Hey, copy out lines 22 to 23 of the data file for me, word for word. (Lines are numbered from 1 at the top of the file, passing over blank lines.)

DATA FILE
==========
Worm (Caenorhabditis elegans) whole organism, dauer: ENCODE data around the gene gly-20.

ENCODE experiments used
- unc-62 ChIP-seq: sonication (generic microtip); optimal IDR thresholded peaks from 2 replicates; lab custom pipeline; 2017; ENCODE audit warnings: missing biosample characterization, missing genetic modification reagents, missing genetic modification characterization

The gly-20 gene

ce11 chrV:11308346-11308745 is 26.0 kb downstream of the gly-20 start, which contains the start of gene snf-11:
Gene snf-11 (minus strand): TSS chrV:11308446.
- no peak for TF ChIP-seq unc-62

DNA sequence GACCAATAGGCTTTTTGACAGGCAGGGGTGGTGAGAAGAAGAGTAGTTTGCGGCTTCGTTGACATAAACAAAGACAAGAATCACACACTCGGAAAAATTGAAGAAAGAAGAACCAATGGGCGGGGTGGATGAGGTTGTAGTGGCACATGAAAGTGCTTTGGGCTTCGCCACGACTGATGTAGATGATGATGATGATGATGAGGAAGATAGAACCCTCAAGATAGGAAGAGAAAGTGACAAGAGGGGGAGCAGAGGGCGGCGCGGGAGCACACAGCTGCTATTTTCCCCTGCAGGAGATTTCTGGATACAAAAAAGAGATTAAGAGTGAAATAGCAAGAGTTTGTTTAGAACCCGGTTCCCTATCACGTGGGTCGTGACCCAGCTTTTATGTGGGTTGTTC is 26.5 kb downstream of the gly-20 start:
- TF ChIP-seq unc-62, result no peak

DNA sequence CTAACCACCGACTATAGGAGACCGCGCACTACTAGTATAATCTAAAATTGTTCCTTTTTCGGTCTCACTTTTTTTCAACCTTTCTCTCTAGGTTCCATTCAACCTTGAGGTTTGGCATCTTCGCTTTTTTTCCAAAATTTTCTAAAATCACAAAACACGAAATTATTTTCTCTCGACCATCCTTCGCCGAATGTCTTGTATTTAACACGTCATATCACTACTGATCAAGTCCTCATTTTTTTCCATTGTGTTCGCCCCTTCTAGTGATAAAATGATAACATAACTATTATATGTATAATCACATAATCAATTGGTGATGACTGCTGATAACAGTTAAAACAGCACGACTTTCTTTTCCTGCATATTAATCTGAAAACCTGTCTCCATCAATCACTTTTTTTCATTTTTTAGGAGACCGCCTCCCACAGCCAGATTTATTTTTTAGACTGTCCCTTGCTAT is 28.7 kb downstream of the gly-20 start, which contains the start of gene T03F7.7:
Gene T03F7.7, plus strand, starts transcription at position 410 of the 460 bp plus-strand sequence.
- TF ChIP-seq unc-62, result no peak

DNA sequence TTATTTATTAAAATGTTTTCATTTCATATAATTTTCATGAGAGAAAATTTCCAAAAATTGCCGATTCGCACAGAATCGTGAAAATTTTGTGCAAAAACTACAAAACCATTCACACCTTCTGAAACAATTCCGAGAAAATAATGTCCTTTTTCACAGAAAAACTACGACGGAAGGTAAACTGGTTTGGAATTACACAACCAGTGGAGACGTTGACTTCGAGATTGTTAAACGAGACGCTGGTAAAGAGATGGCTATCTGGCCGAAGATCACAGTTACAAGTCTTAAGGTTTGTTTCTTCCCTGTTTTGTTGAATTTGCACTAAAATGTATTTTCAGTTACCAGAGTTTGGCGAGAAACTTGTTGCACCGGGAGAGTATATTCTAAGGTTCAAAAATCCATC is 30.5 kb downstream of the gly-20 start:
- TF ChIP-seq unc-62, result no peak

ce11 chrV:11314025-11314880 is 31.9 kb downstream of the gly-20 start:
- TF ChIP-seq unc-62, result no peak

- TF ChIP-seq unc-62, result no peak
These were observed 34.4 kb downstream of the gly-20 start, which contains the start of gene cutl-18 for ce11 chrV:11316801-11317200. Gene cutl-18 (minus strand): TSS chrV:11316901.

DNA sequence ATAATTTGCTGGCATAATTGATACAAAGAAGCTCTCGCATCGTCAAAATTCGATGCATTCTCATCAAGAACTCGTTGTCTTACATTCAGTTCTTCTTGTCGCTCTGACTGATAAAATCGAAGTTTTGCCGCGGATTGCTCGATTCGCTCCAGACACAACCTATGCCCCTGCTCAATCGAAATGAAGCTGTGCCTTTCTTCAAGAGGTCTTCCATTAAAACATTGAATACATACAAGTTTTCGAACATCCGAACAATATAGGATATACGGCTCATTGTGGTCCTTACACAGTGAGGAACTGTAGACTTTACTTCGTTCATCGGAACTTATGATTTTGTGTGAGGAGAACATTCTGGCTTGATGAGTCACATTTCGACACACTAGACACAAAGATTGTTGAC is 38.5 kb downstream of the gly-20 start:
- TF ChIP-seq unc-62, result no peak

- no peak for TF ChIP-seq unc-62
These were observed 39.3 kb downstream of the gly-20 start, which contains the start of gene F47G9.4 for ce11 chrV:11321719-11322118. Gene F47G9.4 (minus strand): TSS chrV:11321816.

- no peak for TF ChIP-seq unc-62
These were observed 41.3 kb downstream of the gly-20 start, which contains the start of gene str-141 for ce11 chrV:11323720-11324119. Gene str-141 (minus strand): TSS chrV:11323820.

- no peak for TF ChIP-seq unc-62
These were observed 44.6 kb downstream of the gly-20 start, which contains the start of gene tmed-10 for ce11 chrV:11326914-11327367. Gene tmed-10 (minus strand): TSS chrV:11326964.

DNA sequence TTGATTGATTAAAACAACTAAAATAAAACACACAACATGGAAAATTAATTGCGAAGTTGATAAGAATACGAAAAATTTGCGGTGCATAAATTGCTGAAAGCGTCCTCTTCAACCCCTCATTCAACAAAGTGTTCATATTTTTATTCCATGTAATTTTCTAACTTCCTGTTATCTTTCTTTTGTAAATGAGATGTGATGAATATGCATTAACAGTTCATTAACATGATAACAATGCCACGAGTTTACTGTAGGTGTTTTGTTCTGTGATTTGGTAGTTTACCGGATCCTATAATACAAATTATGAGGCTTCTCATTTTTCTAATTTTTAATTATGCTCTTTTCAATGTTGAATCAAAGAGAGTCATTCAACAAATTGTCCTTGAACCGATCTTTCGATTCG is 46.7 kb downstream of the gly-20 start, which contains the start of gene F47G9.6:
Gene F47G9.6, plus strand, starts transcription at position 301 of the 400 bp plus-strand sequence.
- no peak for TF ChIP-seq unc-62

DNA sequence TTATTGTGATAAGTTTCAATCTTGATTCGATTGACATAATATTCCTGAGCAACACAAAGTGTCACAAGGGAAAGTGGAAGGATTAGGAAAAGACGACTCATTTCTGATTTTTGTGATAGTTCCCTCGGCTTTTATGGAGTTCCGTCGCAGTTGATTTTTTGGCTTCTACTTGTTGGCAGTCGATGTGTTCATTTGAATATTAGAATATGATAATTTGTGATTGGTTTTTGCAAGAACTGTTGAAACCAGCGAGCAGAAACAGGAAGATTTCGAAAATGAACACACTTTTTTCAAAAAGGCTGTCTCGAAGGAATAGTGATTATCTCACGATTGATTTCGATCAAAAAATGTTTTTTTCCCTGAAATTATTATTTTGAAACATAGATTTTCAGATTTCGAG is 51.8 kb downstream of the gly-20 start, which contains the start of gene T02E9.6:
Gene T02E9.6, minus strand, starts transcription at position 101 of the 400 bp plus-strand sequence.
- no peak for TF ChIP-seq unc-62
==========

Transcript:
These were observed 39.3 kb downstream of the gly-20 start, which contains the start of gene F47G9.4 for ce11 chrV:11321719-11322118. Gene F47G9.4 (minus strand): TSS chrV:11321816.

- no peak for TF ChIP-seq unc-62